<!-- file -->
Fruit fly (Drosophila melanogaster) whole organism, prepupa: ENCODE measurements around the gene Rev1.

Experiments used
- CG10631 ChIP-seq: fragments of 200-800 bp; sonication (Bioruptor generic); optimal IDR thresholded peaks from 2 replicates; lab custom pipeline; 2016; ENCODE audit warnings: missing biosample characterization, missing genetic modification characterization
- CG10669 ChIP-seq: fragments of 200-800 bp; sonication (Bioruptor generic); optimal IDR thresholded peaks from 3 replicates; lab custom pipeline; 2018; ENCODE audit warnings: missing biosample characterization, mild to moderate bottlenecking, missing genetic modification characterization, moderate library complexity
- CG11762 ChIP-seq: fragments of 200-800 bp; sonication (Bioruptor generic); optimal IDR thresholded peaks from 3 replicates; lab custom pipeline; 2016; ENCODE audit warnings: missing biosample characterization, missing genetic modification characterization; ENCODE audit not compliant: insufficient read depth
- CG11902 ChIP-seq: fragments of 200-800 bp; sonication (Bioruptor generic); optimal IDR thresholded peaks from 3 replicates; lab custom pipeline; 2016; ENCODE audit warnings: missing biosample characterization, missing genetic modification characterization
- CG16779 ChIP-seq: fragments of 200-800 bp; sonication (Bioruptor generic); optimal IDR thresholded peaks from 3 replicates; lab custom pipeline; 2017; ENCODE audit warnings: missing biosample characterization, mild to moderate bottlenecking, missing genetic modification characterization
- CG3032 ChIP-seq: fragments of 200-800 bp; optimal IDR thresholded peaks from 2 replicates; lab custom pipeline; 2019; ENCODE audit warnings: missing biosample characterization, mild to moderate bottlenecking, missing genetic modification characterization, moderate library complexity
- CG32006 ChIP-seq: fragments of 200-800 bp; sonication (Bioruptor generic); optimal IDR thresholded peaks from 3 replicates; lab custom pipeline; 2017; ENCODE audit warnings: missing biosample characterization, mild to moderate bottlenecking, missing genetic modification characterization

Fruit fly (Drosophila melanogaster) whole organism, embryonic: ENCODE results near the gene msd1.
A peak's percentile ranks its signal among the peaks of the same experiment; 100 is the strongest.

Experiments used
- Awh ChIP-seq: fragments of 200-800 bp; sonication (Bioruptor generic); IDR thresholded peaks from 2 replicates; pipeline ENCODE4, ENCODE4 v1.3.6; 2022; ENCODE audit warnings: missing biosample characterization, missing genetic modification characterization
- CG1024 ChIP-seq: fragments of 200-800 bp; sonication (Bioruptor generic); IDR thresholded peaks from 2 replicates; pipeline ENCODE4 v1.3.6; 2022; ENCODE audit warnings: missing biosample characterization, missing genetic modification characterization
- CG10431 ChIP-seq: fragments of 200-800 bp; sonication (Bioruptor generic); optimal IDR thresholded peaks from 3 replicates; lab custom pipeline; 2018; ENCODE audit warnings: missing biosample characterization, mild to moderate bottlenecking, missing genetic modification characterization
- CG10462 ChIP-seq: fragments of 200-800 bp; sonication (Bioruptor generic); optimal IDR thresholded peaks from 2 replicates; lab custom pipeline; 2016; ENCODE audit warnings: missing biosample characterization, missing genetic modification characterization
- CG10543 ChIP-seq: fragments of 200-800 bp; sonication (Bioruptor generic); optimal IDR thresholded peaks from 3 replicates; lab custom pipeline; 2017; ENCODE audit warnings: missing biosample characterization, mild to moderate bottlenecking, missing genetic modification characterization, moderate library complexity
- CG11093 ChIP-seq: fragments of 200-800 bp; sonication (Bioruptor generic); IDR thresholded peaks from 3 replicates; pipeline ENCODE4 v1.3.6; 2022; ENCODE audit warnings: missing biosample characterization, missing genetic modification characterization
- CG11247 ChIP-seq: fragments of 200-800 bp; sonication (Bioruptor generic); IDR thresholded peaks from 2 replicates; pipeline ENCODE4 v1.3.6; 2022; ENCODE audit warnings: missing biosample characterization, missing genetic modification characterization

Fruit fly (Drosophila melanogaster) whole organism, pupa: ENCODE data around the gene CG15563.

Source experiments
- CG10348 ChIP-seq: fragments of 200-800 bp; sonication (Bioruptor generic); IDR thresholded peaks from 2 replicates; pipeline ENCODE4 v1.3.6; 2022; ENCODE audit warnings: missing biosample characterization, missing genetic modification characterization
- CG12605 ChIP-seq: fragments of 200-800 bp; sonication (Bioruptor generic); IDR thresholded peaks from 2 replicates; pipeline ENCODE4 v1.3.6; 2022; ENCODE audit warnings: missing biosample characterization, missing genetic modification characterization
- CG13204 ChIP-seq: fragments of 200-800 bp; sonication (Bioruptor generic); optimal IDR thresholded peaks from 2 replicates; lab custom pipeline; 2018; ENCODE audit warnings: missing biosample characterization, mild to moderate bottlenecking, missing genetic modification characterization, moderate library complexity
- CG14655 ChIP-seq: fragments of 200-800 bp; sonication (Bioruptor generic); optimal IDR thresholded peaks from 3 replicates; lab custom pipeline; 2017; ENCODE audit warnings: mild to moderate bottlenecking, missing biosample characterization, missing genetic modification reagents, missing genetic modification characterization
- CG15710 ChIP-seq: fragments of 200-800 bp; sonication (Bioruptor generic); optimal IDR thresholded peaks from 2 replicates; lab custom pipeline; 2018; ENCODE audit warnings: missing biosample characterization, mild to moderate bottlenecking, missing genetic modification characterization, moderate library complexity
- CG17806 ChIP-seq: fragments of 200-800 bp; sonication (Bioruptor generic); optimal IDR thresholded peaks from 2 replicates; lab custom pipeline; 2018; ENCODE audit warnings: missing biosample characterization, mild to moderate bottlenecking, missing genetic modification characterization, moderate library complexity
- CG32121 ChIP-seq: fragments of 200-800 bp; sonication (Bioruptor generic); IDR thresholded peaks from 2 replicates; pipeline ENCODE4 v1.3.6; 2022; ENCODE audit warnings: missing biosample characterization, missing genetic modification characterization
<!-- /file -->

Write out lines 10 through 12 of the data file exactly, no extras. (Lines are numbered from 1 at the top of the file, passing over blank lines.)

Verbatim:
Fruit fly (Drosophila melanogaster) whole organism, embryonic: ENCODE results near the gene msd1.
A peak's percentile ranks its signal among the peaks of the same experiment; 100 is the strongest.

Experiments used